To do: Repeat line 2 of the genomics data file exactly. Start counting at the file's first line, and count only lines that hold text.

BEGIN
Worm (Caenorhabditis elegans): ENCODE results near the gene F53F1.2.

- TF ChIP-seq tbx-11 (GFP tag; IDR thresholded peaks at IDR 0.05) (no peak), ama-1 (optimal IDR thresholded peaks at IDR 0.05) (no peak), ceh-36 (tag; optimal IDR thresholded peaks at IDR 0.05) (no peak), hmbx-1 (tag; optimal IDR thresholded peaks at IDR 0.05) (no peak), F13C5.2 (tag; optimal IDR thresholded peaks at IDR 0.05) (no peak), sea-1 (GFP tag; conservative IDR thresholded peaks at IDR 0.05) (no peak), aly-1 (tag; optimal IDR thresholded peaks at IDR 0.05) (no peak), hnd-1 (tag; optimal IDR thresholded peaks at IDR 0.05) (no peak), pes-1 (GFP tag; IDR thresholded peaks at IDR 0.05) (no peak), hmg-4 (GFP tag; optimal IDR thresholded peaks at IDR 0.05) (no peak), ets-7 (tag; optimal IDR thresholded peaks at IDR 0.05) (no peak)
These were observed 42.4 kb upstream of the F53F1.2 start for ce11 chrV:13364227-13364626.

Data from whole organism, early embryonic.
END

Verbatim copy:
- TF ChIP-seq tbx-11 (GFP tag; IDR thresholded peaks at IDR 0.05) (no peak), ama-1 (optimal IDR thresholded peaks at IDR 0.05) (no peak), ceh-36 (tag; optimal IDR thresholded peaks at IDR 0.05) (no peak), hmbx-1 (tag; optimal IDR thresholded peaks at IDR 0.05) (no peak), F13C5.2 (tag; optimal IDR thresholded peaks at IDR 0.05) (no peak), sea-1 (GFP tag; conservative IDR thresholded peaks at IDR 0.05) (no peak), aly-1 (tag; optimal IDR thresholded peaks at IDR 0.05) (no peak), hnd-1 (tag; optimal IDR thresholded peaks at IDR 0.05) (no peak), pes-1 (GFP tag; IDR thresholded peaks at IDR 0.05) (no peak), hmg-4 (GFP tag; optimal IDR thresholded peaks at IDR 0.05) (no peak), ets-7 (tag; optimal IDR thresholded peaks at IDR 0.05) (no peak)